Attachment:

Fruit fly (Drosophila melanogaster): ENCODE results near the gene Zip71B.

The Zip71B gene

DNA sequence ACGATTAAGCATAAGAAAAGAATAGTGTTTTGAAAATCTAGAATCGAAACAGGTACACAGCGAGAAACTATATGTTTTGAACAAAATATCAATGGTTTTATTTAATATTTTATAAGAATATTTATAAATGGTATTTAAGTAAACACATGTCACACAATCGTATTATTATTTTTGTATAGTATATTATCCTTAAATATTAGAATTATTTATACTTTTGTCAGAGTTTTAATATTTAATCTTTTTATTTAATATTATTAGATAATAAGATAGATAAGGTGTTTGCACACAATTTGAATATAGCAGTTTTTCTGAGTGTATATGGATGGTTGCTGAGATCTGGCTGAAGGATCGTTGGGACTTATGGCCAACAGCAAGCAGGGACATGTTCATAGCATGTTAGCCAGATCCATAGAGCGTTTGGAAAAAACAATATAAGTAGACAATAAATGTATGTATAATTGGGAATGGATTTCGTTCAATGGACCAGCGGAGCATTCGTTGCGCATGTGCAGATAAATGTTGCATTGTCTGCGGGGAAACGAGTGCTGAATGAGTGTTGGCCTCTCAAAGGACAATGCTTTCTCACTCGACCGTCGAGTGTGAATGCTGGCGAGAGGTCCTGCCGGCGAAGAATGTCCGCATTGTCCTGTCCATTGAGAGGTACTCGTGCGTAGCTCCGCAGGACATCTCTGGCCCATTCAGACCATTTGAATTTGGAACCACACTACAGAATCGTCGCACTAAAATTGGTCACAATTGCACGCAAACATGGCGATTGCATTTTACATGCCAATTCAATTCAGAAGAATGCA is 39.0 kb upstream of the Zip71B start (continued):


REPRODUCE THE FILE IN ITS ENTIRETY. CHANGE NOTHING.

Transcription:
Fruit fly (Drosophila melanogaster): ENCODE results near the gene Zip71B.

The Zip71B gene

DNA sequence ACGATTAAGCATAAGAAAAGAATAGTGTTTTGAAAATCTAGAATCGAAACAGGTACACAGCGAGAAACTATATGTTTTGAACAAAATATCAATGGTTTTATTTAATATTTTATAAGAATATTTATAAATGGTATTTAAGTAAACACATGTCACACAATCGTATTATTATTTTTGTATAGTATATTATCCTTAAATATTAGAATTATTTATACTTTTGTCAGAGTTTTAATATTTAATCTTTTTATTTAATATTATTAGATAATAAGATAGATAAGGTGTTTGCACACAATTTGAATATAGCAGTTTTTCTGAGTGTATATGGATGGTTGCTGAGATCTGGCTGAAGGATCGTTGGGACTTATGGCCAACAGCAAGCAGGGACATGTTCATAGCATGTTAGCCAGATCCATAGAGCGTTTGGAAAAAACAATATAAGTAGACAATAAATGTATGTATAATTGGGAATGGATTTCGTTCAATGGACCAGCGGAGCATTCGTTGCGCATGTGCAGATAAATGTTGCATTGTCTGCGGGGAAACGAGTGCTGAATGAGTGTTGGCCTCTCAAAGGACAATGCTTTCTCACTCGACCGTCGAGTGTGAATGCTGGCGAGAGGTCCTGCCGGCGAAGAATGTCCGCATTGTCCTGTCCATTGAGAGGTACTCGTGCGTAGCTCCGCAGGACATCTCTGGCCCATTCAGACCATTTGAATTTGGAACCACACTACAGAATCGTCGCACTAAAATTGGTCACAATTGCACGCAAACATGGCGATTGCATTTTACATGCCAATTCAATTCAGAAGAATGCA is 39.0 kb upstream of the Zip71B start (continued):